A lot of college seniors think it's sufficient to be presentable and talk about their GPA and school activities -- in effect, to recite their resumes. It's not. You're competing against a lot of other students who went to similar schools and got similar grades; if you got an interview, you've already been screened for those things. The purpose of the interview isn't to screen for that; it's to get a sense of your personality.
Put yourself in the interviewer's shoes. Unless his job is in Personnel, he was probably assigned this task against his wishes. He's most likely been asked to screen interviewees for his department, so he'll have a lot of contact with whomever he helps hire. Uppermost in his mind is whether you're someone he'd want to spend a lot of time with. So one of your primary goals is getting him to like you. (No one has ever wanted to hang out with someone because of his GPA.)
One or two self-deprecating comments go a long way in that regard. You just can't criticize yourself for anything which would impinge on your job performance. ("Frankly, I'm dumb as a box of rocks, and lazy to boot." Or, "I have this little problem with ethics, but I think I've put it behind me."). Just be self-critical about something entirely irrelevant to your potential job performance.
If you're being interviewed by a large corporation, your interviewer may be talking to as many as 16 students that day. By 5 PM he's going to be bleary-eyed and will have a hard time even remembering all the interviewees. So, you have to make yourself memorable. (Yet another resume with lacrosse and Amnesty International and summer jobs lifeguarding and a 3.8 GPA is by itself not memorable.)
So say something that only you can say. There must be something unique about you that you can somehow relate to the job you would do for the company.
You also have to show that you don't have any hidden psychological issues which might emerge later on. So mention that you work well with people, and that you take rejection in stride (in most of life, let alone a job, you will lose before you win, and nobody wants to deal with someone who might crack).
I was recently asked by a friend to give his son advice on interviewing for an investment banking job. The son is smart, hard-working, tough, and a very decent guy. He also happens to be somewhat nerdy-looking. Among the things I told him to say was, "I take rejection well. Hey, when you're as geeky-looking as me, you get used to it." I have no idea whether he used that line, but if he did -- and if he said it semi-brashly, it's not a line you want to deliver hesitantly -- it would have worked for him. He would have proved he's not overly sensitive, that he has a self-deprecating sense of humor, and it would have made him memorable. It was a harsh thing for me to tell him -- I'm not even sure my friendship with his father is still intact -- but it was in fact good advice.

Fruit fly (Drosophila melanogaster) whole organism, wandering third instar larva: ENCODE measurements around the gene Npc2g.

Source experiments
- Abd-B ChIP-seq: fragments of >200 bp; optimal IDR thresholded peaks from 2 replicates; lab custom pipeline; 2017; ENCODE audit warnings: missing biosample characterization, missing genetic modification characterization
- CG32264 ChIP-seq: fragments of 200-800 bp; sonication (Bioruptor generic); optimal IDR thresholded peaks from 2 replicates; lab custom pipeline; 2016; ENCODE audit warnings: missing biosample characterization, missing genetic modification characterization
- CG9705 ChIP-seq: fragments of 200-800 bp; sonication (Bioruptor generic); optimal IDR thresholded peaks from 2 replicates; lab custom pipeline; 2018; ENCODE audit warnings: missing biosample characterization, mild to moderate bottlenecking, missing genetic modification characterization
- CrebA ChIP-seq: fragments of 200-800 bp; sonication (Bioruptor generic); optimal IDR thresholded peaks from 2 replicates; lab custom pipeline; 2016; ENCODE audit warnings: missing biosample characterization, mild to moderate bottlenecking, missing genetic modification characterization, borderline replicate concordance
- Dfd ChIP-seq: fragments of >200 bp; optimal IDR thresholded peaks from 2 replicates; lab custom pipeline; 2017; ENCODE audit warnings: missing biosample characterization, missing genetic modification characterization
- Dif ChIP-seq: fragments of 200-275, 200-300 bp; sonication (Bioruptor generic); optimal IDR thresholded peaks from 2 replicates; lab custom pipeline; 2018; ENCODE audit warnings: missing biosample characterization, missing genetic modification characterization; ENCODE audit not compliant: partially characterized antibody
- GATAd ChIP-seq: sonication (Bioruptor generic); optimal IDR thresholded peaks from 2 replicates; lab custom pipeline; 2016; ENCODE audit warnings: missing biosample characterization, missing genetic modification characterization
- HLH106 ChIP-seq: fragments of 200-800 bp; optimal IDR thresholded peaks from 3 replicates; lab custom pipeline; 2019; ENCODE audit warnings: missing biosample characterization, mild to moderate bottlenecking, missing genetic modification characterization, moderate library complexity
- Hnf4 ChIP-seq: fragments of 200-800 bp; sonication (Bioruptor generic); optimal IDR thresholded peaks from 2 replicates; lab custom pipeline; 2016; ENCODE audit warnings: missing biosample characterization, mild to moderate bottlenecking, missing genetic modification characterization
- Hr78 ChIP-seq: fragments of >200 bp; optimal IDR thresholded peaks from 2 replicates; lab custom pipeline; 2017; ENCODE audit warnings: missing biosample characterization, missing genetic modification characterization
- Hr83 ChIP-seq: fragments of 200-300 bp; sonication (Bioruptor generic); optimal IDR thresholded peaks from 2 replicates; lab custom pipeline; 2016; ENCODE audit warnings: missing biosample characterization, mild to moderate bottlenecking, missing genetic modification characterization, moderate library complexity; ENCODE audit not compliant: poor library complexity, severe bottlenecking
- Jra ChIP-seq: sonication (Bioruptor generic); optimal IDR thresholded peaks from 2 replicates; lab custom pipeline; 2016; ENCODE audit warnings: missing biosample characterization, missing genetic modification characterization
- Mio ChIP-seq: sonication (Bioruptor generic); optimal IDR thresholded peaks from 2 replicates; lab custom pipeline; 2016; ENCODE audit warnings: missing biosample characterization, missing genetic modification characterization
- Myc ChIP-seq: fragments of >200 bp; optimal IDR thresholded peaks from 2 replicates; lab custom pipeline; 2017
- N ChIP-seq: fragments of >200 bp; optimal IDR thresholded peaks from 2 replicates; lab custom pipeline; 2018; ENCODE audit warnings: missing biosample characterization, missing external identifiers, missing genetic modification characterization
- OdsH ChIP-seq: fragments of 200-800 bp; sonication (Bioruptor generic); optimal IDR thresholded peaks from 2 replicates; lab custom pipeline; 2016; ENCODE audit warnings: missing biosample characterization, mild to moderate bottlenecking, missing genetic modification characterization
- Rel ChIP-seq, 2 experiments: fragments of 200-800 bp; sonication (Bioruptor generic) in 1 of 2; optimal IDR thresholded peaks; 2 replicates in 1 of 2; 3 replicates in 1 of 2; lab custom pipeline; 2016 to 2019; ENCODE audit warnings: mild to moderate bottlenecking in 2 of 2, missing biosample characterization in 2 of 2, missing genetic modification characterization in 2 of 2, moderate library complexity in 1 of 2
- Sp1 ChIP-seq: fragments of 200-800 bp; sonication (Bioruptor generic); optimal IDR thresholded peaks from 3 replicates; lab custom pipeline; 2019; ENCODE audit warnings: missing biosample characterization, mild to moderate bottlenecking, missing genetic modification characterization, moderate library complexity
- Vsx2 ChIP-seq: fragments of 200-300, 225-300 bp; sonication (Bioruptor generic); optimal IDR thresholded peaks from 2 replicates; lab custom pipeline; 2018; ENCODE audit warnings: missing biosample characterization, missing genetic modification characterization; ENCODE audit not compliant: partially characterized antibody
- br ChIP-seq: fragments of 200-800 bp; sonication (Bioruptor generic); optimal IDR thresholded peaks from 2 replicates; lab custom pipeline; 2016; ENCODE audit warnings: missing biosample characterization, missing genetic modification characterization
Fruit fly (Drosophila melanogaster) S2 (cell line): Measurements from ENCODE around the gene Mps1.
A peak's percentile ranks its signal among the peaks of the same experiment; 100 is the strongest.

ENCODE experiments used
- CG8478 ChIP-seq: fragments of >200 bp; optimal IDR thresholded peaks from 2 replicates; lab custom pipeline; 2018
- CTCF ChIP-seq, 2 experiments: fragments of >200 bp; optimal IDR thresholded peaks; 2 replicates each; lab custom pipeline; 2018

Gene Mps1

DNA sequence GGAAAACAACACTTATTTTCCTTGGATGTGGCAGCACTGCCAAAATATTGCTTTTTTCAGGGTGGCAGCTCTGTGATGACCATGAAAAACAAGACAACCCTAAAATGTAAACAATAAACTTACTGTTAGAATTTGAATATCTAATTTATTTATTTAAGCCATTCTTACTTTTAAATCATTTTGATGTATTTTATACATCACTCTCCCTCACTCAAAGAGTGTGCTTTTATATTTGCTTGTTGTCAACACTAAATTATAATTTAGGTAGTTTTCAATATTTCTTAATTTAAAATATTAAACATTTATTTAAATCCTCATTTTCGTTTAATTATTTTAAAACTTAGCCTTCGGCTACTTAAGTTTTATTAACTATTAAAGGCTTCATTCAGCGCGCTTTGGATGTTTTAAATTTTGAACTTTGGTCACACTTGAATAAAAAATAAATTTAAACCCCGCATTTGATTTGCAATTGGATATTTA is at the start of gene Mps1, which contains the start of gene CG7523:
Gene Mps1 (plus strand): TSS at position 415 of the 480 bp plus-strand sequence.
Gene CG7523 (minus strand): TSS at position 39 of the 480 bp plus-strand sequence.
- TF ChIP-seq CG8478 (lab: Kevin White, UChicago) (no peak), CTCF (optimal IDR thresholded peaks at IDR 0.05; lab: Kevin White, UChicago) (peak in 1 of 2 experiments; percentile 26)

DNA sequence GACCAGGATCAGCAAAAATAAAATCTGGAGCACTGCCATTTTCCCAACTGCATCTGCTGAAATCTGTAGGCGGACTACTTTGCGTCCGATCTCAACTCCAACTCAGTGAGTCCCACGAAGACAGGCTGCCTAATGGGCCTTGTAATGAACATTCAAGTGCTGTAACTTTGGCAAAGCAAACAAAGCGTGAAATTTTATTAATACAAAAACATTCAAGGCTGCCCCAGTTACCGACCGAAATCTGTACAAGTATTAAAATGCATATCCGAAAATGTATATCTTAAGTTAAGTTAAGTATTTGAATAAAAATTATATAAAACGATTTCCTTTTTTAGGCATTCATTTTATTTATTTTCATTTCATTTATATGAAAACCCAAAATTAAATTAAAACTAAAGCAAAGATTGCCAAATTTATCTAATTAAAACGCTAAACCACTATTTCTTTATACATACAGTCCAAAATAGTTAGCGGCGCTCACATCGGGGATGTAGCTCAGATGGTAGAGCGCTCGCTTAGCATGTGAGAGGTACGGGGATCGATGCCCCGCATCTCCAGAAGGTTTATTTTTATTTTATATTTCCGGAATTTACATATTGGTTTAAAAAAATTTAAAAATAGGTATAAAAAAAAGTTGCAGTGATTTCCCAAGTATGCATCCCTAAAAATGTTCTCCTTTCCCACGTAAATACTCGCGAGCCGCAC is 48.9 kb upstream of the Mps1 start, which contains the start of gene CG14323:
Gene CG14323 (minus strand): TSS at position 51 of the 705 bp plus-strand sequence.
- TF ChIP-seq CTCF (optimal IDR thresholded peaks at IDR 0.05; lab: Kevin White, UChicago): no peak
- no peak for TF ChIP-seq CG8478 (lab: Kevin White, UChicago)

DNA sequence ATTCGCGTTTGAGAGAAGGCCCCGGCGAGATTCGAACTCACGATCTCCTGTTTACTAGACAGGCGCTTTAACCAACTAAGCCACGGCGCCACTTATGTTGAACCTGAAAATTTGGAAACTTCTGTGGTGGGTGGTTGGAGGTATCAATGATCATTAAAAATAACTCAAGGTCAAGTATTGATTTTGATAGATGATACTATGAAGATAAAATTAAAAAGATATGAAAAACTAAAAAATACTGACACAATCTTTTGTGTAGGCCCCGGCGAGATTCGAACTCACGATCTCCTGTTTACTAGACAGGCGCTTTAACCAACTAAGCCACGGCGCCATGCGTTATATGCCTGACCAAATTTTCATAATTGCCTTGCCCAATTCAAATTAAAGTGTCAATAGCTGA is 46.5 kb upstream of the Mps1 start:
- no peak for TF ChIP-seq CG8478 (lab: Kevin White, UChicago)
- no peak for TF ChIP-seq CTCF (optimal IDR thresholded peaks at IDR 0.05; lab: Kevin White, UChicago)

You must also do your homework: learn about the company you're interviewing with and what makes it successful and outstanding. This flatters your interviewer, who by extension must be successful and outstanding himself to work for such a company; it shows you want to work there; and it shows you're the type of person who does his homework.
When I was at Goldman, I once interviewed an Olympic champion swimmer. We chatted about swimming briefly, then when I asked him why we should hire him, he just said, "I have a record of success." He had nothing to say about why he'd be good at bond trading. I told him that for him to say that was like a beautiful girl walking into room and announcing that she is beautiful: it adds nothing. (In fact, it subtracts.)
You have to think about what the job you're applying for requires both intellectually and psychologically, and come up with examples of how you qualify, even if your life thus far does not include any actual experience at a similar job.
In 1984 I applied for work as a bond trader. I knew that among other things it was hard, pressure-filled work, and that it involved a lot of numbers. I used my LSAT's and GMAT's as proof that I worked well under pressure. I also said I had always worked hard, especially at swimming, then held open my jacket, shrugged and said somewhat disgustedly, "I went as far as this body was going to take me." That comment about my physical limitations didn't reflect on my ability to trade bonds, but did show self-deprecation.
To show my head for numbers, I said that I could remember every track and swimming world record going back to 1967. If the interviewer wasn't a fan of either sport, I asked him to give me three telephone numbers, and said I would recite them back to him at end of interview. (This tends to impress people who don't realize how easy that is to do with mnemonics, and made me stand out from the other interviewees.)
My interviewing went well -- I was offered a job at every major investment bank except First Boston. My career, on the other hand, was mediocre; I basically got out-sociopathed at the office.
So, I've been left with a middling amount of money and a lifelong interest in sociopathy.
In any case, if you're interviewing for a job, think hard about what I've said above.